Being a massage therapist and having had hundreds of massages I sometimes forget that getting a massage is a new experience for some people. There are lots of reasons that people come in for massage, some include interest in relieving chronic pain, softening up tight muscles, a need to make time for themselves or simply to see what all the hype is about. Whatever your reason, I’d encourage you to try it, at least once, to judge the practice for yourself. It’s also important to note that each therapist is different, so just because you didn’t like a session with one practitioner doesn’t mean you won’t like the session with another. Below I outline the basic steps of getting a massage. I try to point out differences that might arise if you come see me versus someone else or indulge in a spa experience.
Step 1: Make the Appointment
Oftentimes it’s pretty easy to make an appointment with a massage therapist. Doing a simple Google search will yield plenty of results. Find a therapist you feel comfortable seeing and schedule a session. For my practice, I take appointments through email (email@example.com) and then use an online scheduling tool to keep track of everything. That tool will send you an email confirmation and then a reminder two days prior to the appointment. A lot of spas will have systems like this too and with some you can even go in and book an appointment online.
Step 2: Arriving to the Appointment
For most types of massage, you can wear whatever you feel like to the appointment. You’ll be “undressing to your comfort level” (<– more on that later!) once in the therapy room. This is true for my practice and all of the massage places I’ve been to in Philadelphia. If you need to wear something specific the practitioner should let you know ahead of time.
Before your first appointment you’ll want to arrive at least 10 minutes early to fill out new client paperwork. A lot of therapists call this an Intake and it outlines your health history and asks about specific conditions in which it would be unsafe for you to get a massage. I also have a consent form that clients sign confirming that they came to see me for massage and understand the risks of letting someone else manipulate soft tissue (muscles, fascia, etc.).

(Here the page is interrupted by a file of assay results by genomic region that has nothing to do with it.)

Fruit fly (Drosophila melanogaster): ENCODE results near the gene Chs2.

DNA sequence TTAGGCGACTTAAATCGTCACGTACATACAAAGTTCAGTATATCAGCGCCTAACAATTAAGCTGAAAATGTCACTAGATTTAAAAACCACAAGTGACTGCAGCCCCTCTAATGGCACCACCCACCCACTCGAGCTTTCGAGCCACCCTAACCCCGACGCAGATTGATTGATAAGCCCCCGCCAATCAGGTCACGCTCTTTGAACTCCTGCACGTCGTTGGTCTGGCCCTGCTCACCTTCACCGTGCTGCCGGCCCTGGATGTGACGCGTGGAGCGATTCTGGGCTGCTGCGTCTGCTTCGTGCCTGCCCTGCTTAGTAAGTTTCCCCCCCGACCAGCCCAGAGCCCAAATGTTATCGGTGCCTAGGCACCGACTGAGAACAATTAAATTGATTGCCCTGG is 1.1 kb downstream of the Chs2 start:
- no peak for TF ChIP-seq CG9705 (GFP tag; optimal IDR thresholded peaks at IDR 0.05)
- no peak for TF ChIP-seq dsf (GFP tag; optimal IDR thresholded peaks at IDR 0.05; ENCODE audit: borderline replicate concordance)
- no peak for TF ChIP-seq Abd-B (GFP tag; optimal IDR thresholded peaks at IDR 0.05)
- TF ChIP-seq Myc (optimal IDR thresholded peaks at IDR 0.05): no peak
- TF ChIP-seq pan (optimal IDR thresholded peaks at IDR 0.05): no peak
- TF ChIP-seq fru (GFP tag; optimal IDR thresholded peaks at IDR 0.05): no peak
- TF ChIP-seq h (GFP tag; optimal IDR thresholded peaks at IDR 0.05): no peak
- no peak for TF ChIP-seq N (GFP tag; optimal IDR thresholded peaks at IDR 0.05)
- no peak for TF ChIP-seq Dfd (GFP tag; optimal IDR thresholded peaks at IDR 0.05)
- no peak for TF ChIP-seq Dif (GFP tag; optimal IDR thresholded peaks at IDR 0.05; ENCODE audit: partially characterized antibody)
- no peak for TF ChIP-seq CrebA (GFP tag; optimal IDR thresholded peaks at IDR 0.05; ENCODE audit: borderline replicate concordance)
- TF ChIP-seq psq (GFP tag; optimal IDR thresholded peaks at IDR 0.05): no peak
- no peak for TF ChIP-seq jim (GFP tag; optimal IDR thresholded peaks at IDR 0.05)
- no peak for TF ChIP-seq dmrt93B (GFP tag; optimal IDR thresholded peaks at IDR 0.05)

Step 3: Conversation with your massage therapist
After you fill out your paper work, the therapist will take you to the therapy room and ask your reasons for making the appointment. Sometimes when visiting a spa you’ll be directed to your room or a changing area by the receptionist, but generally you’ll have a conversation with your therapist at some point before the session begins.
Clients tell me things like “my lower back hurts” or “I have hip pain when I do…”. I mostly work to help clients with some form of pain, but I can also give a massage to someone who just wants to relax. As a bonus, even if you come to see me for pain, you’ll likely have the added benefit of relaxation. During this time it’s important to fill me or your therapist in on any injuries, past and present that you have. I’ll also give you a brief outline of how the session will go in terms of what body part I’ll be starting with and which direction (face up or face down) I’d like you to start.
Step 4: Getting Undressed
After the therapist leaves the room you’ll get undressed. A phrase commonly used is “undress to your comfort level”. What the heck does that mean?! Well, it means you can undress to the point in which you feel most comfortable; for some people that means leaving their undergarments on and for others it means taking them off. If you don’t feel comfortable undressing at all, that’s ok too – just let your therapist know. It’s important to note that throughout the entire session your private areas will be covered with the sheets. Only the area of the body that the therapist is working on will be uncovered. In the biz we call this draping. (Note: this can differ from country to country, so just ask your therapist or research online what is customary if traveling outside of the US.)